Fuel Production from the Electroreduction of CO2

Wednesday, October 14, 2015: 11:00
104-B (Phoenix Convention Center)
A. C. Co (The Ohio State University)

Electrochemical reduction is a highly effective method for converting CO2 to CO, organic acids, low molecular weight hydrocarbons and alcohols.  Product distribution from the reduction of CO2 is highly dependent on the composition and preparation of the catalysts and reduction potential, as such, multiple reduction pathways are observed depending on the catalysts material and the preparation methods.

Copper and its alloys have been found to produce higher molecular weight hydrocarbons, such as ethylene, methanol and ethanol.  Here we demonstrate a high surface area Cu alloy catalysts that has a preferential selectivity towards the formation of C2 and C3 species.  This paper will also discuss our attempts to understand the mechanistic pathway using in-situ vibrational spectroscopy under reaction conditions.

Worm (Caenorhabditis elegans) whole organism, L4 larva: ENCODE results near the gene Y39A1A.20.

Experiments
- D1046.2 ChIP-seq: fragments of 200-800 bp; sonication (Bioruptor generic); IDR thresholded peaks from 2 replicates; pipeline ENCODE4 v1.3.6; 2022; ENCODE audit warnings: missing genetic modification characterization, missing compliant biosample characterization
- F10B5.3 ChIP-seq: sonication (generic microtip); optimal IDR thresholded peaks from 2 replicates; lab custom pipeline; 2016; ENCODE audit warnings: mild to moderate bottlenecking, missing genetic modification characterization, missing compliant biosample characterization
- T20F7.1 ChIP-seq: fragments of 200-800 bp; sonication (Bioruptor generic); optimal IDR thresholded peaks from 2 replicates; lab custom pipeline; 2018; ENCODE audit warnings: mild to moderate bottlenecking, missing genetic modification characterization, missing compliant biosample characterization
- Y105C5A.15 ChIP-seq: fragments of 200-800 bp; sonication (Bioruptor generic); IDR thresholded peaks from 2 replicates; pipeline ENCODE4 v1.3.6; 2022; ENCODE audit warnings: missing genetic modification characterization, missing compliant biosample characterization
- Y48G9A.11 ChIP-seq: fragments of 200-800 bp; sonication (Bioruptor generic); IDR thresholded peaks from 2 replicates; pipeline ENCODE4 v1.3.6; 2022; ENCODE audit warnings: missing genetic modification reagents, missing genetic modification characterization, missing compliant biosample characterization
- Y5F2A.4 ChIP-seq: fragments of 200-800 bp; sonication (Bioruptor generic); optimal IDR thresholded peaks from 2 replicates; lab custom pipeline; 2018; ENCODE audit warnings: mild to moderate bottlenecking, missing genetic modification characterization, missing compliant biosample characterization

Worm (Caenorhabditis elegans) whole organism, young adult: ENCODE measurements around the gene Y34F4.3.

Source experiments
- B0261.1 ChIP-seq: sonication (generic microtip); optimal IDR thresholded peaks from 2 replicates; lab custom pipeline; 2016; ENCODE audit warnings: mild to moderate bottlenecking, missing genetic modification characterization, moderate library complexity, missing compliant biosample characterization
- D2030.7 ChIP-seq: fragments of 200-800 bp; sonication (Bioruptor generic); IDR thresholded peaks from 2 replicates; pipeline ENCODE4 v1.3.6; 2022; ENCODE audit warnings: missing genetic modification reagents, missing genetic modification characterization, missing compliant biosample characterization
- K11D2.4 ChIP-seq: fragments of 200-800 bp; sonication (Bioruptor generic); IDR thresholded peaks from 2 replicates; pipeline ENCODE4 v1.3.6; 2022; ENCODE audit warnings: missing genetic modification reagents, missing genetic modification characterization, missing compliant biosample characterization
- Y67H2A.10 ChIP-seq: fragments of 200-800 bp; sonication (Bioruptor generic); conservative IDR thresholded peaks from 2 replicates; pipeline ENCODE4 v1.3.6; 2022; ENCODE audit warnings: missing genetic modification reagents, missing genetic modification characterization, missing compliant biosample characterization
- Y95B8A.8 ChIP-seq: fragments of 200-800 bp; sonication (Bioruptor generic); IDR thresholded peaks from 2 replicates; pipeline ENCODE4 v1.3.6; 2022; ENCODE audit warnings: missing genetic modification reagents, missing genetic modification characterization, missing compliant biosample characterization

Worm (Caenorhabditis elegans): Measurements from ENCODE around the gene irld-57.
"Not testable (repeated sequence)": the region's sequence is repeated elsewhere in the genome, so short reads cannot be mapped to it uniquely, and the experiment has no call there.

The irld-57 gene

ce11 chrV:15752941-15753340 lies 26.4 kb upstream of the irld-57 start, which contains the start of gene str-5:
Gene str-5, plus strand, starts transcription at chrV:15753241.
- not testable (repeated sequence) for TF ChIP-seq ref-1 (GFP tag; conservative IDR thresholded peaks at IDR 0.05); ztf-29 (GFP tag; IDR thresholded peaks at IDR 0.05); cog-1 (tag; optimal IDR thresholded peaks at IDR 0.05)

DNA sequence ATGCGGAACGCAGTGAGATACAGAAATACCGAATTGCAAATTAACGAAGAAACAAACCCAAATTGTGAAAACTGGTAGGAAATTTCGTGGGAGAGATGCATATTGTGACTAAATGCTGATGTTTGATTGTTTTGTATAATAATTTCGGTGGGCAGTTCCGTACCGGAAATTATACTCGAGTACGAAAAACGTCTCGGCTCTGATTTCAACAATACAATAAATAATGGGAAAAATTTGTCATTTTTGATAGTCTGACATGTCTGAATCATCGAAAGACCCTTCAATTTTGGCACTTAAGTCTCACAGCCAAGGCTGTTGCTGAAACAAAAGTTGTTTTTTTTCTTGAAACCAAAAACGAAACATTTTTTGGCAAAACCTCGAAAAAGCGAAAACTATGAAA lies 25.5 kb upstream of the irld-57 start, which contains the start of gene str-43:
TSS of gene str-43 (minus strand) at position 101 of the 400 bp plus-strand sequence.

A copper/aluminum alloy was used as the starting material for producing a high surface area copper catalyst.  The aluminum was removed through an etching procedure in strong base. The resulting nanoporous copper was crushed and mixed with Nafion, a binding agent, then casted over a copper foil substrate.  Carbon dioxide electroreduction was performed by placing the catalyst in a specially designed flow cell. A bubbler in the cell was used to deliver CO2 to saturate the electrolyte, 0.1 M KHCO3, at a rate of 10 mL/min. The catalyst acts as the working electrode in this electrochemical cell. The product distribution from the electroreduction process was collected at a series of potentials. Gaseous products were identified and quantified using gas chromatography coupled with both mass spectrometry and a thermal conductivity detector.  Liquid products were analyzed using nuclear magnetic resonance.

The surface morphology and composition of the catalyst was characterized using scanning electron microscopy (SEM) and x-ray photoelectron spectroscopy (XPS).  The SEM images show a rough surface that retains a porous structure before and after experiments. XPS studies incorporated depth profiling, and show that ruthenium from the surface of the material migrates to the bulk after electrolysis.